Leahy captured a rare photograph of then-Sen. Barack Obama as he spoke in a private room to his Democratic colleagues shortly after he was sworn into office.

“I was born blind in one eye and I learned to read when I was 4 years old,” Leahy said. “I got fascinated with Batman. I tend to remember everything I’ve ever read. And I can quote Batman comic books of 40 to 50 years ago.”

Patrick Leahy was elected to the United States Senate in 1974 and remains the only Democrat elected to this office from Vermont.  At 34, he was the youngest U.S. Senator ever to be elected from the Green Mountain State.

Leahy was born in Montpelier and grew up across from the Statehouse.  A graduate of Saint Michael’s College in Colchester (1961), he received his Juris Doctor from Georgetown University Law Center (1964).  He served for eight years as State’s Attorney in Chittenden County where he gained a national reputation for his law enforcement activities and was selected as one of three outstanding prosecutors in the United States in 1974.

Leahy is the Chairman of the Senate Judiciary Committee. He is the senior-most member of the Appropriations Committee and of the Agriculture Committee. Leahy is the Chairman of the Appropriations Subcommittee on State Department, Foreign Operations and Related Programs. He ranks first in seniority in the Senate and is the President Pro Tempore.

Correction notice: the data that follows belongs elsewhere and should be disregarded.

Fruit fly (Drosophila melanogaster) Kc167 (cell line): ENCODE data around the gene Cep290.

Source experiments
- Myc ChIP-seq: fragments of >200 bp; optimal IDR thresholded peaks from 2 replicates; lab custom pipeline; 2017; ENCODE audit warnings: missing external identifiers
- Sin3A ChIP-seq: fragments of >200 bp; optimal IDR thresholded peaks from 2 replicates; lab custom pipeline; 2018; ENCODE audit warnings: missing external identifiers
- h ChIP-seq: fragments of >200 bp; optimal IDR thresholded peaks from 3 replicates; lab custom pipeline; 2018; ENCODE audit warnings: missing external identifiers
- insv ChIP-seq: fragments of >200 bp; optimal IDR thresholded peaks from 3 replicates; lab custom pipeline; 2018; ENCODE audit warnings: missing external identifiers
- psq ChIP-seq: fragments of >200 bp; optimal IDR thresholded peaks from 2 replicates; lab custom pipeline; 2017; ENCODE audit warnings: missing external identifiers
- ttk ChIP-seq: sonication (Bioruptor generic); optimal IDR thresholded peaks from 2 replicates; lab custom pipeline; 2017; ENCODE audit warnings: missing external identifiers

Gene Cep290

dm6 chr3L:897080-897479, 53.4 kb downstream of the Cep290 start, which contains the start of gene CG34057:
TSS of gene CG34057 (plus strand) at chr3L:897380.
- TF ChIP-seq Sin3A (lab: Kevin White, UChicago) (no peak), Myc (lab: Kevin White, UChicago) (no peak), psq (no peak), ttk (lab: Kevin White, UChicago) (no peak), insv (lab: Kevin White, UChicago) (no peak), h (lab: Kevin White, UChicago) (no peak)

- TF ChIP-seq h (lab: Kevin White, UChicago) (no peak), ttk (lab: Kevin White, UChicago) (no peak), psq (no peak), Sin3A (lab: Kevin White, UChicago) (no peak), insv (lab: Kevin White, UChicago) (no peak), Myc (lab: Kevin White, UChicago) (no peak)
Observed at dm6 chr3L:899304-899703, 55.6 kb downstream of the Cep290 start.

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All aboard vs. off the tracks

All aboard vs. off the tracks

It’s been another week with a lot of news about All Aboard Florida, which few people seem to have no opinion about.

The Palm Beach Post reported that All Aboard Florida will not seek the $1.6 billion federal loan it had wanted for the northern portion of the project. I reported last month that the company’s plan, if the government didn’t approve the loan, was to seek private financing. That’s the new approach, using high-risk bonds.